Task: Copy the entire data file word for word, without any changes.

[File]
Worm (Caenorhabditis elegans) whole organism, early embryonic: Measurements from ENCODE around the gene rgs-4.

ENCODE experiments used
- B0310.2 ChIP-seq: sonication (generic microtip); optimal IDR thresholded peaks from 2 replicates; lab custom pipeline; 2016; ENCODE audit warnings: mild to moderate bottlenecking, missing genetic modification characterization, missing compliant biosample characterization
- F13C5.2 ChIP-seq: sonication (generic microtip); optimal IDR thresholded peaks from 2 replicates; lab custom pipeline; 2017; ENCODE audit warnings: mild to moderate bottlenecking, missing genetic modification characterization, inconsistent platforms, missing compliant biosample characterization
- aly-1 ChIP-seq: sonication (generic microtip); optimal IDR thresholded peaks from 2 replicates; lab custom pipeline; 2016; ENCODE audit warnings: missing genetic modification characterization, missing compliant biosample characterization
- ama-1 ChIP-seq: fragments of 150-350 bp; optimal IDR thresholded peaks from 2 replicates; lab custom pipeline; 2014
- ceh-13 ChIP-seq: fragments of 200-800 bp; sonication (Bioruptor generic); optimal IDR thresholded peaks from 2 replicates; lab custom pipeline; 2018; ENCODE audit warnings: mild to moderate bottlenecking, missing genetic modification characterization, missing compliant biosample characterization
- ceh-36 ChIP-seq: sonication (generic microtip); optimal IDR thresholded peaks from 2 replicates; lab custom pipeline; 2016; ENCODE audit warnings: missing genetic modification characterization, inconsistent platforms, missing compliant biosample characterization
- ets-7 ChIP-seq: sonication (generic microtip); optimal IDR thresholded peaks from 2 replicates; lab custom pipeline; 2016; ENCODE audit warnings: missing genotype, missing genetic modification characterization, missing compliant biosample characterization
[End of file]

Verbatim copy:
Worm (Caenorhabditis elegans) whole organism, early embryonic: Measurements from ENCODE around the gene rgs-4.

ENCODE experiments used
- B0310.2 ChIP-seq: sonication (generic microtip); optimal IDR thresholded peaks from 2 replicates; lab custom pipeline; 2016; ENCODE audit warnings: mild to moderate bottlenecking, missing genetic modification characterization, missing compliant biosample characterization
- F13C5.2 ChIP-seq: sonication (generic microtip); optimal IDR thresholded peaks from 2 replicates; lab custom pipeline; 2017; ENCODE audit warnings: mild to moderate bottlenecking, missing genetic modification characterization, inconsistent platforms, missing compliant biosample characterization
- aly-1 ChIP-seq: sonication (generic microtip); optimal IDR thresholded peaks from 2 replicates; lab custom pipeline; 2016; ENCODE audit warnings: missing genetic modification characterization, missing compliant biosample characterization
- ama-1 ChIP-seq: fragments of 150-350 bp; optimal IDR thresholded peaks from 2 replicates; lab custom pipeline; 2014
- ceh-13 ChIP-seq: fragments of 200-800 bp; sonication (Bioruptor generic); optimal IDR thresholded peaks from 2 replicates; lab custom pipeline; 2018; ENCODE audit warnings: mild to moderate bottlenecking, missing genetic modification characterization, missing compliant biosample characterization
- ceh-36 ChIP-seq: sonication (generic microtip); optimal IDR thresholded peaks from 2 replicates; lab custom pipeline; 2016; ENCODE audit warnings: missing genetic modification characterization, inconsistent platforms, missing compliant biosample characterization
- ets-7 ChIP-seq: sonication (generic microtip); optimal IDR thresholded peaks from 2 replicates; lab custom pipeline; 2016; ENCODE audit warnings: missing genotype, missing genetic modification characterization, missing compliant biosample characterization